Apparent Wind vs Course

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Note how in the diagram the (blue) True Wind vector is always the same length as it represents equal strength on all points of sail. The Apparent Wind (red) however, changes dramatically in strength and direction, especially on an upwind course. This example illustrates why it is often more advantageous to tack downwind rather than sail on a dead run.

On a straight downwind course, the Apparent Wind will diminish as the (yellow) Boat Wind will cancel out part of the True Wind. On a reach and beat the Apparent and Boat Wind become greater than the True Wind.

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Port Sheet Starboard Sheet Port Fore Guy Starboard Fore Guy
Apparent Wind

You will get to the yacht club bar earlier than if you would have taken the "Rhumb" (as in direct, not Rum as in drink) Line.

The farther downwind your destination is the more it pays to perform a series of gybes. This is especially true in winds under 15 knots true. VMG or speed made good towards your goal is an important concept to understand. It is inherently associated with Apparent Wind and your best boat speed as compared to sailing a certain course. The skipper's decision whether or not to diverge from the Rhumb Line will depend on the wind speed, the sea state and the multihull's polar diagram. Generally, in light air, multihulls will go appreciably faster if the Apparent Wind is brought forward. This means if you are sailing on a broad reach, it will pay to steer upwind and sheet in, especially if the wind is fluky and inconsistent. Heading changes do not have to be excessive. A course correction of only 10 degrees could make a substantial difference, resulting in an increase in Apparent Wind pressure and 2 knots more speed. Needless to say other parameters, such as un-navigable areas, vessel traffic and sea state, will also have to be accounted for.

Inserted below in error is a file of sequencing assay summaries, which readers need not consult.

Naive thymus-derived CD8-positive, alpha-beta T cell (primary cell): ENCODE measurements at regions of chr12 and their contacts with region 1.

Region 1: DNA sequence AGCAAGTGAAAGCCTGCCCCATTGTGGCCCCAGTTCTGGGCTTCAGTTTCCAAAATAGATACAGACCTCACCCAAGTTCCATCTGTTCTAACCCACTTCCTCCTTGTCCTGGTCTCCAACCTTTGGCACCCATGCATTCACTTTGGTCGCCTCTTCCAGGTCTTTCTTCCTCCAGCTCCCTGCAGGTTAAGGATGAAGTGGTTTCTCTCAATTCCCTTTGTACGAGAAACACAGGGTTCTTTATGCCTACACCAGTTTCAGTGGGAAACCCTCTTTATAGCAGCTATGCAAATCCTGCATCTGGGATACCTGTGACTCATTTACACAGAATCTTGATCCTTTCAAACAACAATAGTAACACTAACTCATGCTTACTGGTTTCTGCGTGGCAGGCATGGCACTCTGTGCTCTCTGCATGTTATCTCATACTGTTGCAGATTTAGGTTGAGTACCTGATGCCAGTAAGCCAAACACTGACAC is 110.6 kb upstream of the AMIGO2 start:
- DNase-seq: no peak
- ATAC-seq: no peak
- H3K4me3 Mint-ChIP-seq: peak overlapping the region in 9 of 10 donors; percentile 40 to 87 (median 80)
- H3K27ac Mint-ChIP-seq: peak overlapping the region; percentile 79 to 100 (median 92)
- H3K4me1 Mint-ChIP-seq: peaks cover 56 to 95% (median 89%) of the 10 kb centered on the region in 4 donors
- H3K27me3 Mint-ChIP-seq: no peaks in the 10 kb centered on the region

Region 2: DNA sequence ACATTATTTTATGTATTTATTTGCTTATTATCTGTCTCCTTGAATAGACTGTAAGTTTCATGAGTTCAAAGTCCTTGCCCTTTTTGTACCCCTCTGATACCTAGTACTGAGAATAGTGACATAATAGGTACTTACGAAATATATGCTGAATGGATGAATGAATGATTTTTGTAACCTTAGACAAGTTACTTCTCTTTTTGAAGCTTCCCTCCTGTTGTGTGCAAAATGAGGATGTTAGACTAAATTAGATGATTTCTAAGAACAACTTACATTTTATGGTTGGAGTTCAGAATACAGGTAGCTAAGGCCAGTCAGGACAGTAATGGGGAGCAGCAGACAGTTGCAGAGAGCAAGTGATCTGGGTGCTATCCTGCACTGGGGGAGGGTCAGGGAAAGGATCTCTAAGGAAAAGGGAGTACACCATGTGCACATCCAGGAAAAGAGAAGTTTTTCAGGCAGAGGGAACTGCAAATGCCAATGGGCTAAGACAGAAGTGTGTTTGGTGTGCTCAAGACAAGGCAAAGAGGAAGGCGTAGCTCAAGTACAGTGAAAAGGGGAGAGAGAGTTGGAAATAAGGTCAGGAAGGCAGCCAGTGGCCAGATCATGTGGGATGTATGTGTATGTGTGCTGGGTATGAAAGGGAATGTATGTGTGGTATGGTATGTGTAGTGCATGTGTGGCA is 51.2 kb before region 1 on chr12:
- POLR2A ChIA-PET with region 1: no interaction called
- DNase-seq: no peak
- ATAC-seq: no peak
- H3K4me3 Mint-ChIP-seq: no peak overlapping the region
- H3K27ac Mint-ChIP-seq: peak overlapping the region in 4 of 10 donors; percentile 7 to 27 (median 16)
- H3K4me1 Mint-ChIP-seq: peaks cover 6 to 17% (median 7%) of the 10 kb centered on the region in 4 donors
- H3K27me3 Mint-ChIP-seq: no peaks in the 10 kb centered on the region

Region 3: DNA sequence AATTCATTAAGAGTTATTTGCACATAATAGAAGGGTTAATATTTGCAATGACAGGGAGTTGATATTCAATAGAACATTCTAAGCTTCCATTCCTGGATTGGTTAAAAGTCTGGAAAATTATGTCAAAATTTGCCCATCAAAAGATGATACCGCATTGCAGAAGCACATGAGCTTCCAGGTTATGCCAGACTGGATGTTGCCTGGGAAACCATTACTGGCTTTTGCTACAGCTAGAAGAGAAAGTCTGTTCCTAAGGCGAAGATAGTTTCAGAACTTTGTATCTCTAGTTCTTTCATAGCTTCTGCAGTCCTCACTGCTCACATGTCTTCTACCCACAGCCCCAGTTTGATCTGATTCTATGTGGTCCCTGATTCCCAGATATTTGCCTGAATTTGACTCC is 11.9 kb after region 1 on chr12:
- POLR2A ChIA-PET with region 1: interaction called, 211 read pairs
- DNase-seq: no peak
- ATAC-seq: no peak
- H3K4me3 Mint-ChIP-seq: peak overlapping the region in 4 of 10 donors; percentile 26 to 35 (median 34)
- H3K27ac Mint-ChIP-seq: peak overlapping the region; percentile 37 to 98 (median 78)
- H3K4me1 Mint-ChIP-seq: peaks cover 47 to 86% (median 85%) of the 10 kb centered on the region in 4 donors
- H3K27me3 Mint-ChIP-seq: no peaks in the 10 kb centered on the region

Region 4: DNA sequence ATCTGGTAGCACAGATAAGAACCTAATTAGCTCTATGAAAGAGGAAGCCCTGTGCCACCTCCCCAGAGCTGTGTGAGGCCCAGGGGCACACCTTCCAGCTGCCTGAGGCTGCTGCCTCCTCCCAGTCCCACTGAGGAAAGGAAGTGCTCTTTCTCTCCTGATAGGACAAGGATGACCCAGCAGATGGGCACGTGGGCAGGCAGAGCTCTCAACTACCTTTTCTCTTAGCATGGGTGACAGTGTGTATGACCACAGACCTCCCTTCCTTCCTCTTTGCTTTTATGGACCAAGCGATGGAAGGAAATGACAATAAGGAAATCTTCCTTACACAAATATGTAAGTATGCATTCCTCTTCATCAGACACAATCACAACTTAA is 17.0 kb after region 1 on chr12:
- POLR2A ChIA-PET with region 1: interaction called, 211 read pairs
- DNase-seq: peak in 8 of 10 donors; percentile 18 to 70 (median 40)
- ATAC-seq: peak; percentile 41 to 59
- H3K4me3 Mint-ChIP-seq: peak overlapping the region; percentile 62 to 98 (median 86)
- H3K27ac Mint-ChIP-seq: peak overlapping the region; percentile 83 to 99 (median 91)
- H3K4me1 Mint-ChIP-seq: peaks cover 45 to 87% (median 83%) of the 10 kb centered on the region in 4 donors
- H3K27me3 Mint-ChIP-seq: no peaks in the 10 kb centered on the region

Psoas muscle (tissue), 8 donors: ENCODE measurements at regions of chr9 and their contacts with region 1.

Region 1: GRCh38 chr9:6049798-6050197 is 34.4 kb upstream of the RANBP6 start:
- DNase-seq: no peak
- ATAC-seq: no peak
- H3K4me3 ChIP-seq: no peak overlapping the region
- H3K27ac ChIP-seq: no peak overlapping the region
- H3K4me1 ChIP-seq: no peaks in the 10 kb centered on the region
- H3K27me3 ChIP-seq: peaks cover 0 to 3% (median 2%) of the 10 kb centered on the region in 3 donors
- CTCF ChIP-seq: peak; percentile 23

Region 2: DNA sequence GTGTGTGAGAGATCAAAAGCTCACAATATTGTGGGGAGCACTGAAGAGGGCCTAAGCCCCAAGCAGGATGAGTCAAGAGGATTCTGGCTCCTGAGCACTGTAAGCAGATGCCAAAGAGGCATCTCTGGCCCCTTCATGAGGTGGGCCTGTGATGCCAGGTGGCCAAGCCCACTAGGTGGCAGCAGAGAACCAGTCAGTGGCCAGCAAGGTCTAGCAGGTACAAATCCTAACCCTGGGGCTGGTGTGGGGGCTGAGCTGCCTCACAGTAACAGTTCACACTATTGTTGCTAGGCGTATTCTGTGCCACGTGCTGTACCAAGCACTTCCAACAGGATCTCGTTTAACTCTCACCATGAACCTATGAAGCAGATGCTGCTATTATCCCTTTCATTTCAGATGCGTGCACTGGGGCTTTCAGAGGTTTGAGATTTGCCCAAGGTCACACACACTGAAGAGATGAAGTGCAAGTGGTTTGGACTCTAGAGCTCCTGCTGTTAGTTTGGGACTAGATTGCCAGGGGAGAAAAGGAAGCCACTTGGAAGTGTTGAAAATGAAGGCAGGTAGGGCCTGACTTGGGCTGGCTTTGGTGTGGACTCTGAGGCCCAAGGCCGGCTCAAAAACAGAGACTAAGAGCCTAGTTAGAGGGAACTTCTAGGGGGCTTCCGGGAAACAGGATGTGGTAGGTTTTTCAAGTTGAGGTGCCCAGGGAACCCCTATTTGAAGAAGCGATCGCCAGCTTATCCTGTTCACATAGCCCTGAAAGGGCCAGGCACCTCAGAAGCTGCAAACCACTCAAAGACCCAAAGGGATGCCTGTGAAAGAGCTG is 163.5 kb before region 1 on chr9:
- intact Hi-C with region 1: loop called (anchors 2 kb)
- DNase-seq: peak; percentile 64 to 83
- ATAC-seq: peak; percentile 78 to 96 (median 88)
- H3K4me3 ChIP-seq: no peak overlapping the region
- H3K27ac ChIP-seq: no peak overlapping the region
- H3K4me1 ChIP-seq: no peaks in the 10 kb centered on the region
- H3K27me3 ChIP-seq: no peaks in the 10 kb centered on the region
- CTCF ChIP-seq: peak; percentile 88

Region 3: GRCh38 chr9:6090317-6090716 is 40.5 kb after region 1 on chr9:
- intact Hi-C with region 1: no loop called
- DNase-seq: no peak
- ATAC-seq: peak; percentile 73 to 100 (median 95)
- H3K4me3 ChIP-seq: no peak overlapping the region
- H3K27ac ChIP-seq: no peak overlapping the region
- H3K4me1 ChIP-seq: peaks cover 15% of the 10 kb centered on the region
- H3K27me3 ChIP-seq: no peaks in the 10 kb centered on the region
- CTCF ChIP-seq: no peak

Just as paying attention to the jib telltales when sailing upwind or on a reach, downwind sailing will have you scanning your boat's instruments. Your true/Apparent

Wind speed and direction indicator and your boat speed gauge will become your best allies. It will be key to keep the Apparent Wind angle constant, and by monitoring the wind gauge or masthead Windex, one simply steers, or lets the autopilot steer, a course relative to a constant wind angle. In fresher conditions, your multihull could be accelerating down a wave and start to surf momentarily, bringing the wind forward. One would bear away to keep the sails at the angle to which they have been originally trimmed. This will assure that all sails are drawing, even if the boat will slalom slightly. It sounds more complicated than it is, but in essence this is sailing a downwind acceleration curve and maximum speed will be attained.

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